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Lian Li PC-Q11 Mini ITX Case Review

While the removal of the power supply mounting plate is tool-less, each side panel has 8 tiny screws to remove before getting access to the insides. Internally the case is finished to the same exacting standards as the external manufacturing, but as this is a Lian Li product we would be surprised to find anything else.

Immediately it is noticable that Lian Li are supporting the installation of a full sized optical drive at the top, which is going to appeal to many enthusiast users as some ITX chassis require slim line optical drives due to restricted space.

When both side panels are removed, we can get a good overview of the design. Which is quite beautiful in its simplicity. It is constructed from two pieces of aluminum. The panel on the right (if you were looking at the case from the front) is removed to allow for easy installation of the motherboard, more on this shortly.

The 140mm fan is mounted with a dust filter on front of it, and it can be removed by simply pulling it to the right. This makes PSU installation much easier later and its a nice tool less design concept. The only issue is that removing this for cleaning after the system is built is very difficult.

2.5 Inch drives are mounted to the underside of the removable tray at the bottom of the chassis. 3.5 inch drives can be fitted at the same time, on the other side of this plate – which is another fantastic forward thinking idea. Lian Li have included some special screws for the larger 3.5 inch drives, these are rubber mounted to stop vibrations and subsequent noise pollution from this.

Installing our Zotac motherboard is a straightforward process. Simply line up the PCB with the four mounting standoffs and attach with the supplied screws. As you can see above we initially tried to use the Noctua NH U9B cooler, but it didn’t fit, unless we removed the power supply from the chassis.

We therefore reverted to our Thermaltake Slim X3 which is a decent low profile heatpipe cooler. It looks small, but unless you are overclocking/overvolting it adequately cools any of the i5 processors we have tested.

The HDD Drive tray is installed with two thumbscrews and takes literally 30 seconds. We used a Corsair AX850 power supply for this build, which is slightly overkill for our media center but it makes for a very quiet, efficient heart of the system.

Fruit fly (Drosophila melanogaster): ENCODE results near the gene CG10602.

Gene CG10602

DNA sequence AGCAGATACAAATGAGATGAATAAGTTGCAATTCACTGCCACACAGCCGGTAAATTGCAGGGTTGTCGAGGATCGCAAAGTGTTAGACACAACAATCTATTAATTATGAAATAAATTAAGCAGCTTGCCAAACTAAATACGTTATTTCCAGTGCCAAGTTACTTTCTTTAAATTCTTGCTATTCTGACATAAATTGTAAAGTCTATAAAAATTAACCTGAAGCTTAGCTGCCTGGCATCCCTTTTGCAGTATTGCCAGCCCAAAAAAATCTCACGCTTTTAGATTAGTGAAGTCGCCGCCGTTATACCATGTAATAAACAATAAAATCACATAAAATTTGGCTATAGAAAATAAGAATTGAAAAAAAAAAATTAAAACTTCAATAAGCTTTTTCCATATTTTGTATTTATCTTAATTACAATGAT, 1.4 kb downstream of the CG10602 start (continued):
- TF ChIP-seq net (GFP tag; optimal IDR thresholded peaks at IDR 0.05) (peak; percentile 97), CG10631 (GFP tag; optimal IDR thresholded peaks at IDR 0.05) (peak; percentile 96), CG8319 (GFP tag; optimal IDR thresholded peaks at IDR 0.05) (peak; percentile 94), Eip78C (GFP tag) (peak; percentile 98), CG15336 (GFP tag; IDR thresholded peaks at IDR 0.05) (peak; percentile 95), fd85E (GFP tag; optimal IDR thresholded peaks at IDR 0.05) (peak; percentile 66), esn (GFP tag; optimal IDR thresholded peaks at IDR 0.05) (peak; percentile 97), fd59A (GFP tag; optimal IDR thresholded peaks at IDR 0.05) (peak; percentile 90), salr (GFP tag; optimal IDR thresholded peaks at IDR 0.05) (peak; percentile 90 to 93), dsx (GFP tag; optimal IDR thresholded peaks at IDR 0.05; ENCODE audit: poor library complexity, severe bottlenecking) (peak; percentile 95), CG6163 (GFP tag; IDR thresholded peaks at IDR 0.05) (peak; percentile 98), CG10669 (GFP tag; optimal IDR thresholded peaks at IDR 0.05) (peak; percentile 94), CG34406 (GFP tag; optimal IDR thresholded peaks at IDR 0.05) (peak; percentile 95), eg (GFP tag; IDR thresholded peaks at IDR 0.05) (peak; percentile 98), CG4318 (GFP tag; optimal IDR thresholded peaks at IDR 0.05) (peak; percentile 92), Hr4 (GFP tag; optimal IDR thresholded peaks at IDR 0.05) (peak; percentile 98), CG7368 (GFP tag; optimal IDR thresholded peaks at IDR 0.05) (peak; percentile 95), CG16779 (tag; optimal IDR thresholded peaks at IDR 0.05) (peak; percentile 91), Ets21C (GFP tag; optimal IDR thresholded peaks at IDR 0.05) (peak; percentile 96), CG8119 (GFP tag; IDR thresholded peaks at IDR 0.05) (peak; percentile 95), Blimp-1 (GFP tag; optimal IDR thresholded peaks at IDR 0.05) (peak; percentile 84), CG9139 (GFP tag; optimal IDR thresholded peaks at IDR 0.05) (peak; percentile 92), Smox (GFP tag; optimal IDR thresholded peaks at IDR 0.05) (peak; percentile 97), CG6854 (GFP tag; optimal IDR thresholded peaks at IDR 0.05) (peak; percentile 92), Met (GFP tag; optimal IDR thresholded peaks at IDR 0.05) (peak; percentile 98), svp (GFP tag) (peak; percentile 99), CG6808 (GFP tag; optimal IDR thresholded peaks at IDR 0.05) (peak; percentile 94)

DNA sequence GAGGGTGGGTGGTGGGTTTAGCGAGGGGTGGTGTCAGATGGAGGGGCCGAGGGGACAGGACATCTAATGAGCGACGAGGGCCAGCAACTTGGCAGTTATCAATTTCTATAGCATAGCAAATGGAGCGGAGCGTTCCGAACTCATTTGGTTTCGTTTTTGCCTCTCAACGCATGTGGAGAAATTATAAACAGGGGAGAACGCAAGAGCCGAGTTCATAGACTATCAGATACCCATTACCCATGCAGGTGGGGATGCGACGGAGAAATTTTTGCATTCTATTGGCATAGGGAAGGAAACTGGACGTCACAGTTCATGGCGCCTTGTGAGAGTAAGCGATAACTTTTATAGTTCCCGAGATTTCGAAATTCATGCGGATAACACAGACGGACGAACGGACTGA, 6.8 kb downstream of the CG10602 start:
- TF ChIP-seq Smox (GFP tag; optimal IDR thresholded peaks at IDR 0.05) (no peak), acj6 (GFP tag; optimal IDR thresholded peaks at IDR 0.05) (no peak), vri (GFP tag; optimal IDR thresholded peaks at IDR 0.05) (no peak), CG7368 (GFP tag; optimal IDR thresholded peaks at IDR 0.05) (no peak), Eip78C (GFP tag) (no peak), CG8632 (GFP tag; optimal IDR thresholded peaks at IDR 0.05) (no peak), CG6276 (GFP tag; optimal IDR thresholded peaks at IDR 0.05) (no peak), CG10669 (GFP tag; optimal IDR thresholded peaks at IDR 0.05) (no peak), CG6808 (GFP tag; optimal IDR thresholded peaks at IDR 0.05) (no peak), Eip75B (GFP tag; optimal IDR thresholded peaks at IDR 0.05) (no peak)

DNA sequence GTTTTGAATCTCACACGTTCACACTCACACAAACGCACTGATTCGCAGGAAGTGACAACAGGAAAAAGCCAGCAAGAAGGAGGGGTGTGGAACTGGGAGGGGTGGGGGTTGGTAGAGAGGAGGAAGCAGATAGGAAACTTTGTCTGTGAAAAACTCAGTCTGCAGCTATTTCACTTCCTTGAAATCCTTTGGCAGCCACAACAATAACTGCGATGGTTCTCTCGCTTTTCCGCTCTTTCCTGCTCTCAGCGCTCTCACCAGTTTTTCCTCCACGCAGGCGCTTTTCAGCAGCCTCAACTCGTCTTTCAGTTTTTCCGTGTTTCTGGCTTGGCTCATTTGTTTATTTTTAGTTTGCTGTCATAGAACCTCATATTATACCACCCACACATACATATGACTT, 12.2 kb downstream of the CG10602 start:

We also decided to use a passively cooled Sapphire HD5670 Ultimate Edition for this system build – we love this video card and recommend it to anyone looking to build a high performance media center with a focus on image quality.

At this stage it is important to spend a little time routing the cabling and maximising the air flow from the front mounted fan. Obviously with such limited space, there will be some compromises made but it was a reasonably easy process.

We rarely install optical drives in our machines anymore, prefering to handle operating system installation from a USB drive. With a good network and USB devices there is very little need anymore for an internal optical drive, especially with fantastic bluray USB 2.0 players such as the Asus SBC 06D1S-U.In this particular build it also helps to remove cabling and enhances airflow a little. Many people will probably use onboard graphics support on these motherboards, which will allow for more internal space for routing.

The finished system build took a little longer than normal, but as long as you spend more time with preparation, rather than rush the build then you are less likely to run into cabling issues later. Its important to make sure that the processor cooler fan doesn’t have a cable blocking movement also. If a graphics card is installed with a fan, then this also needs to be watched, especially as routing is often in this area.

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